Edward Wong wrote in the New York Times, "Labor laws, enacted in 2008, were intended to channel worker frustrations through a system of arbitration and courts so no broader protest movements would threaten political stability. But if recent strikes and a surge in arbitration and court cases reflect a rising worker consciousness partly rooted in awareness of greater legal rights, they also underscore new challenges in China. The labor laws have raised expectations, but still leave workers relatively powerless by Western standards. The Communist Party-run legal system cannot cope with the exploding volume of labor disputes. And legal enforcement by local officials loosened when the global economic crisis hit China and resulted in factory shutdowns." [Source: Edward Wong, New York Times, June 20, 2010]
Chinese Labor Contract Law
Workers protest The Labor Contract Law enacted in January 2008 tries to guarantee contracts for all full-time employees, but leaves many details vague. Another law enacted in May 2008 helped streamline the system of arbitration and lawsuits, but civil courts and arbitration committees, which are made up of government employees, have been overwhelmed by a flood of cases. Meanwhile, because of lax enforcement, companies dodge other labor laws by cheating on minimum wage requirements and overtime pay.
The main goal of the Labor Contract Law has been to ensure that full-time employees across all industries work under a contract. It also tries to mandate severance pay for contracted employees. But companies find ways around contract guarantees or wage laws.
Publicity regarding the Labor Contract Law had a tremendous impact on raising worker consciousness, said Aaron Halegua, a lawyer based in New York who is a consultant on Chinese labor law. Even if migrant workers still do not know the specific details of each of their legal rights, far more came to realize that they have rights and there are laws protecting them.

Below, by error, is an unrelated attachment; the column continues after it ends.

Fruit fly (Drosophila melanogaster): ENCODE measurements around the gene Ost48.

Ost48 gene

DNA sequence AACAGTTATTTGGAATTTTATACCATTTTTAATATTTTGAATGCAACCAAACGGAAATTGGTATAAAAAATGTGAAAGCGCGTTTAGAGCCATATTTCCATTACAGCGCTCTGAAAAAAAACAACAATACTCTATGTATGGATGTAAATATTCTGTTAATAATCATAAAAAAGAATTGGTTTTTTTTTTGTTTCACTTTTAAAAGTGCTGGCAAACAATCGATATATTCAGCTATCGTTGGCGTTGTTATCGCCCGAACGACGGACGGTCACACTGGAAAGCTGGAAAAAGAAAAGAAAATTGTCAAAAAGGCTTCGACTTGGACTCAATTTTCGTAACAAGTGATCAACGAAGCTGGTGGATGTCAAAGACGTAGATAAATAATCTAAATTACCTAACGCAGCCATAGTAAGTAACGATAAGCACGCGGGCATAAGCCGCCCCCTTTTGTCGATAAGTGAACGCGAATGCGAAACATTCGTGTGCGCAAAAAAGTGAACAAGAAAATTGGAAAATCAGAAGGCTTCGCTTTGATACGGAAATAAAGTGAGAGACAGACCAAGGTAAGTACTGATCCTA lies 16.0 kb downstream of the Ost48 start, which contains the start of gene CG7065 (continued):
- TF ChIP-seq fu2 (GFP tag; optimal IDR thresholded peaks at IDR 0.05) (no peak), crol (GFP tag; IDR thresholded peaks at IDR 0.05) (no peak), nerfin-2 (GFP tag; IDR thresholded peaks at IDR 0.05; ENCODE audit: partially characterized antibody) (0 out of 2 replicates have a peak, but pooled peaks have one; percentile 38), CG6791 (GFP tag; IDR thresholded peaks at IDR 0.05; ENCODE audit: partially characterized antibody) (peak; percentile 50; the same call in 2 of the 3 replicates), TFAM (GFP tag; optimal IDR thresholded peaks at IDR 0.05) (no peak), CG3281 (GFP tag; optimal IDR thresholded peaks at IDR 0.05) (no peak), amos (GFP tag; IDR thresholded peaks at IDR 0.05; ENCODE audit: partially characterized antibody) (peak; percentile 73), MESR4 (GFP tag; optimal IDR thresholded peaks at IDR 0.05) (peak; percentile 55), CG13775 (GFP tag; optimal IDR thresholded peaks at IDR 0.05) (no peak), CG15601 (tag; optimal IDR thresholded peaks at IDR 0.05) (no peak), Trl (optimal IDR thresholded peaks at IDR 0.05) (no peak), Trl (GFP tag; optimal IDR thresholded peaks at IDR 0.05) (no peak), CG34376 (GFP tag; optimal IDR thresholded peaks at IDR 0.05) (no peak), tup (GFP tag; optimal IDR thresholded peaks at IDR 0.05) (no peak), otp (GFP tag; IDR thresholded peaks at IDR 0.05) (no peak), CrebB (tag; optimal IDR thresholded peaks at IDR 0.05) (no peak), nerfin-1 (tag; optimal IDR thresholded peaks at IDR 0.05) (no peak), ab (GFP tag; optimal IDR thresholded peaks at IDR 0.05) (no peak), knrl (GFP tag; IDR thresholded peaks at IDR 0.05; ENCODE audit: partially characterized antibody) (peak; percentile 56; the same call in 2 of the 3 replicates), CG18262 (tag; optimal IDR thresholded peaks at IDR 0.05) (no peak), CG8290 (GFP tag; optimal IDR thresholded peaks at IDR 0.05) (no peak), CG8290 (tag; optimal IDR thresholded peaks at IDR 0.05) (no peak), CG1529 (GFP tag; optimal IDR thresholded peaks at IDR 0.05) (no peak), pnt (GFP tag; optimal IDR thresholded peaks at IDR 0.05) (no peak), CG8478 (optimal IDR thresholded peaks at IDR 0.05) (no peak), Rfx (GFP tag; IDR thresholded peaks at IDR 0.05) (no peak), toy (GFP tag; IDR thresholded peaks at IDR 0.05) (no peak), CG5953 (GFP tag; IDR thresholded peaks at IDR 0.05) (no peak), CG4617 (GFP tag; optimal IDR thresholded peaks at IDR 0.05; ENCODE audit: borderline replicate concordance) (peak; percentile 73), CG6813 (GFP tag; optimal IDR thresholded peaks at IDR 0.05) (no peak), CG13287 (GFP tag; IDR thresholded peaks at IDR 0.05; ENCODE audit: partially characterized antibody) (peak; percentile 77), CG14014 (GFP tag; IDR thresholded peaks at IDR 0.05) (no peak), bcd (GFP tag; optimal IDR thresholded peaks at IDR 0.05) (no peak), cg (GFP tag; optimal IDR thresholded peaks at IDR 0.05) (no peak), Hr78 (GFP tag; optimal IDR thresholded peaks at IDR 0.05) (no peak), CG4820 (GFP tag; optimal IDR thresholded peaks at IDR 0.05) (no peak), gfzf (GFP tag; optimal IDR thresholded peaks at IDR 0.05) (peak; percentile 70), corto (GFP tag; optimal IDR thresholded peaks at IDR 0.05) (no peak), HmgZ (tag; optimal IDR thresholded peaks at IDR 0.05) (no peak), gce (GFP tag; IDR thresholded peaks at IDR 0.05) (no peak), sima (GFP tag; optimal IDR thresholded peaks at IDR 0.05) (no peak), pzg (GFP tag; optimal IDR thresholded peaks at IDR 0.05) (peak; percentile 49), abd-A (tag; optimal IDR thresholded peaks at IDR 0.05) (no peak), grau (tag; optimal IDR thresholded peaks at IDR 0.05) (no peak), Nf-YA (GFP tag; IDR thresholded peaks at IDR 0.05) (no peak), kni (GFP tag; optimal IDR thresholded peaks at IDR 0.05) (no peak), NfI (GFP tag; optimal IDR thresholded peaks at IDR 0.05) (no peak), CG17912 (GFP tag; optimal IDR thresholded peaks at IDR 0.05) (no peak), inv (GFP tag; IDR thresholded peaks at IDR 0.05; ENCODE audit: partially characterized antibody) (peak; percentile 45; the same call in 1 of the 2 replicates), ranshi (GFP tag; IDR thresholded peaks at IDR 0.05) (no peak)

Chinese Labor Unions
Chinese labor laws give workers the right to form unions. Trade unions are an arm of the state, and are controlled by and provide funding for the Communist Party. The party tells unions which leaders to elect. According to Chinese law a union can be created at any place with 25 or employees. The approval of the employer is not required. The unions do not negotiate and make agreements with state-controlled management.
It is estimated that just over 60 percent of companies in Beijing have a labor union, which is similar to the nationwide ratio in China. Chinese trade unions don’t negotiate contacts.By law all companies that have more than 100 employees are supposed to have unions but these are unions in name only. Most companies ignore the rule. When ones are set up they are often run by factory owners, the traditional adversary of unions, or local officials in cahoots with the factory owners. Rank-and-file members are expected to follow their orders. The union does little in the way of traditional union activities such as lobbying for better wages and better working conditions.